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[Animals] Remains of an ancient giant sea turtle found in Europe features never seen before


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Basándose en el examen de los fragmentos de huesos, los científicos han estimado que la especie de tortuga marina recién identificada medía 3,7 metros.

Based on examination of the bone fragments, scientists have estimated that the newly identified sea turtle species measured 3.7 meters. (Credit: ICRA_Arts)

Long ago, gigantic sea turtles swam the Earth's seas. Until recently, these prehistoric animals, which reached a length of more than 3 meters from head to tail, were believed to only be found in the waters surrounding North America.

Now, scientists have discovered a previously unknown species that is the largest European sea turtle ever identified.

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The species, initially found by a hiker who stumbled upon the remains in 2016 in the Pyrenees mountains of northern Spain, has been given the name Leviathanochelys aenigmatica. "Leviathan" is the biblical term for a sea monster, alluding to the large size of the creature's body. "Chelys" translates to turtle and "aenigmática" translates to enigma, referring to the turtle's peculiar characteristics, the authors wrote in a paper published Thursday in the journal Scientific Reports.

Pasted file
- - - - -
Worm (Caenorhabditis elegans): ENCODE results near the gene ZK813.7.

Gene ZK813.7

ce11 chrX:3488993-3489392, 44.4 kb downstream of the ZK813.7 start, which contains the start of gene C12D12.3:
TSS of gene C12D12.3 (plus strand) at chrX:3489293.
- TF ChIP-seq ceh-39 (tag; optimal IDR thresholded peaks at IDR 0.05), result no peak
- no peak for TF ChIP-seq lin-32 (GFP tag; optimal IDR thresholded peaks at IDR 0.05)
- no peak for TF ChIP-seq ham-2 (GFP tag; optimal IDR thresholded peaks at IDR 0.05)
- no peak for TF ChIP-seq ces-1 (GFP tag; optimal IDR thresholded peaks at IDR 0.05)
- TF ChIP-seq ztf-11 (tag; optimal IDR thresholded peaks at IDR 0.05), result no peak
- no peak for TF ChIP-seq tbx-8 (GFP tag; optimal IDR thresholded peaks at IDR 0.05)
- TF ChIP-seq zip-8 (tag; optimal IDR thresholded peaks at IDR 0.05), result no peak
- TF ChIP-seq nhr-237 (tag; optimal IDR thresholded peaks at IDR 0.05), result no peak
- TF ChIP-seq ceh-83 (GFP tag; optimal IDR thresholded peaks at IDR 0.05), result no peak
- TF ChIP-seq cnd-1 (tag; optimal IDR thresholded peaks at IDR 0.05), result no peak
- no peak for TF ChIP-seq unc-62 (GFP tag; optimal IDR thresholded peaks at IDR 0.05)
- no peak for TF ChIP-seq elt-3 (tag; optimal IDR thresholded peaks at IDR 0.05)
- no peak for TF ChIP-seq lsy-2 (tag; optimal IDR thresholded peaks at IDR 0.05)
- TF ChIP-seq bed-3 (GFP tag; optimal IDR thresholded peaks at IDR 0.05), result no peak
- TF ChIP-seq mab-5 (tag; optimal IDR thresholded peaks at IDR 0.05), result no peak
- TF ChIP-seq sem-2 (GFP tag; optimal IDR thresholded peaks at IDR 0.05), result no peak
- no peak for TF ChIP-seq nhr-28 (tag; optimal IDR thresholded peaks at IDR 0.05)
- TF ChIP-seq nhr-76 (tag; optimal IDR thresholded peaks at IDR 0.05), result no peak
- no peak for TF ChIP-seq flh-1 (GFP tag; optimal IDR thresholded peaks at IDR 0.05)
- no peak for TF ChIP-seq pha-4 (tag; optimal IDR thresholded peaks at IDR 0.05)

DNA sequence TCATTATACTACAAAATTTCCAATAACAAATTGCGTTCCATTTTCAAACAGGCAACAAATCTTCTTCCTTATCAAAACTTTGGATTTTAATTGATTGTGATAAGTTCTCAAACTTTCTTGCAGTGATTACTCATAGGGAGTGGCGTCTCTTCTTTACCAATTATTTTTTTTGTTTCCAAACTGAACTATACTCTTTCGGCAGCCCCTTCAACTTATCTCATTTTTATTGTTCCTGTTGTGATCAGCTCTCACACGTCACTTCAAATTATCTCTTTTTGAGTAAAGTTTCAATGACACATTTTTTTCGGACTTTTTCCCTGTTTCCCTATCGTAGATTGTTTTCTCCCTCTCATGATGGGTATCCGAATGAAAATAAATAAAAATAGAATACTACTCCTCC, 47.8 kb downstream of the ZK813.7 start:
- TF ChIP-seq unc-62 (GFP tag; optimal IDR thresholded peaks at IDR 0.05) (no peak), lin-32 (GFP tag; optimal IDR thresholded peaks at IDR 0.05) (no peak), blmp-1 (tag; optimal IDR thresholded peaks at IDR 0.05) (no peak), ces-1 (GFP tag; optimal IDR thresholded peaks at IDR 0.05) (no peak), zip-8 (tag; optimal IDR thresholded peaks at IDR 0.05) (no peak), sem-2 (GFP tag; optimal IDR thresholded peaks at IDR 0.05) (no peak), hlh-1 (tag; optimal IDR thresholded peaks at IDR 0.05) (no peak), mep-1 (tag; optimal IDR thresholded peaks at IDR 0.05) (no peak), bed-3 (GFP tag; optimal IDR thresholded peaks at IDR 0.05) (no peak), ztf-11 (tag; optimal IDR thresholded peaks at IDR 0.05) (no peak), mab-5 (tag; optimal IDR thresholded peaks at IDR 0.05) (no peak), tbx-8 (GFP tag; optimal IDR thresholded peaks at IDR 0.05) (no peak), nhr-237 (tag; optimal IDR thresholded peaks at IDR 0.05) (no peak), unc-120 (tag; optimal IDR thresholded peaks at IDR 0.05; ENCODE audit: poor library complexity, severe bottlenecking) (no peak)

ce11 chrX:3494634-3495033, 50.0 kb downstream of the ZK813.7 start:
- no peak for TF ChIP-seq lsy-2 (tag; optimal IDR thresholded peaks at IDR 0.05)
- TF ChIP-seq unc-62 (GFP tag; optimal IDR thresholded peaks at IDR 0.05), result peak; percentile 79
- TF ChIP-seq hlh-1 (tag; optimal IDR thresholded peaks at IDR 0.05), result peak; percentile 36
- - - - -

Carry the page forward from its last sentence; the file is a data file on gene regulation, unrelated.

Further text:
The presence of this unusual animal in this part of the prehistoric world reveals that giant tortoises were more common than previously thought, according to the study.

Before the discovery, the largest European species measured just 1.5 meters in length, similar to modern leatherbacks, which weigh an average of 300 to 500 kilograms and measure between one and two meters, according to the Smithsonian Institution.

However, bone fragments from this newly identified species have led scientists to estimate that Leviathanochelys had a 3.7-meter-long body, almost as big as an average sedan.

"We never thought it was possible to find something like this. After a long study of the bone fragments, we realized that there were some totally different traits, which were not present in any other fossil of a turtle species discovered so far," he said. Albert Sellés, co-author of the study and a postdoctoral researcher at the Miquel Crusafont Catalan Institute of Paleontology at the Autonomous University of Barcelona, in Spain.


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